speculations? No doubt to us ordinary men in our ordinary heavens, and found them both sublime. It would, on the

moments considerations like these may seem far off and of naturalistic hypothesis, be more to the purpose to compare it to

little meaning. In the hurry and bustle of every-day life the protective blotches on a beetle's back, and to find them both death itself-—the death of the individual-seems shadowy and ingenious. But how on this view is the beauty of holiness"

unreal : how much more shadowy, how much less real, that to retain its lustre in the minds of those who know so much of

remoter but not less certain death which must some day its pedigree?

overtake the race! Yet, after all, it is in moments of reflection MAN AS HE THOUGHT HE WAS.

that the worth of creeds may best be tested; it is through The second idea is that of the littleness of man, always

moments of reflection that they come into living and effectual

contact with our active life. It cannot, therefore, be a matter regarded of course from the naturalist's point of view, and

to us of small moment that, as we learn to survey the material on the supposition that we know nothing concerning our world with a wider vision, as we more clearly measure the destinies as individuals and as races, excepting what we true proportions which man and his performances bear to the can learn from the study of the natural laws by which ordered Whole, our practical ideal gets relatively dwarfed and we appear to have been evolved :

beggared, till we may well feel inclined to ask whether so For what is man looked at from this point of view ? Time transitory and so unimportant an accident in the general was when his tribe and its fortunes were enough to exhaust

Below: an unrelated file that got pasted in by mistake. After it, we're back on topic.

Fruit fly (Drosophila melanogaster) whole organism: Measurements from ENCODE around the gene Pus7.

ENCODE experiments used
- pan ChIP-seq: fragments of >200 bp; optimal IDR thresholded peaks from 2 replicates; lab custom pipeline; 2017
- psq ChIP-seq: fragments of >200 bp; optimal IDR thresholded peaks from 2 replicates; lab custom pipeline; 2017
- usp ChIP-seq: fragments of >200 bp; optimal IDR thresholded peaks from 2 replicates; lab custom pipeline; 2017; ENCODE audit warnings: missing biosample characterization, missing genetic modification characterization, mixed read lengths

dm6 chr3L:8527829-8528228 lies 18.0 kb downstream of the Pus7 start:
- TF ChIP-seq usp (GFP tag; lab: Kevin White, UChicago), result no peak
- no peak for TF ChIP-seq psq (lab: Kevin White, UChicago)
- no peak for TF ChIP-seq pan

scheme of things as the fortunes of the human race can any the energies and to bound the imagination of the primitive

longer satisfy aspirations and emotions nourished upon beliefs sage. The gods' peculiar care, the central object of an in the Everlasting and the Divine. attendant universe, that for which the sun shone and the dew fell, to which the stars in their courses ministered; it drew its origin in the past from divine ancestors, and might by

That excellent magazine Little Folks begins its new divine favour be destined to an indefinite existence of success

volume with a coloured frontispiece, two new serial and triumph in the future.

stories, nd gives away as a special supplement a ho day These ideas represent no early or rudimentary stage in the painting-book for children. Among its other attractions human thought, yet have we left them far behind. The the magazine contains an article by Mrs. Molesworth family, the tribe, the nation, are no longer enough to absorb entitled “How I Write My Children's Stories.”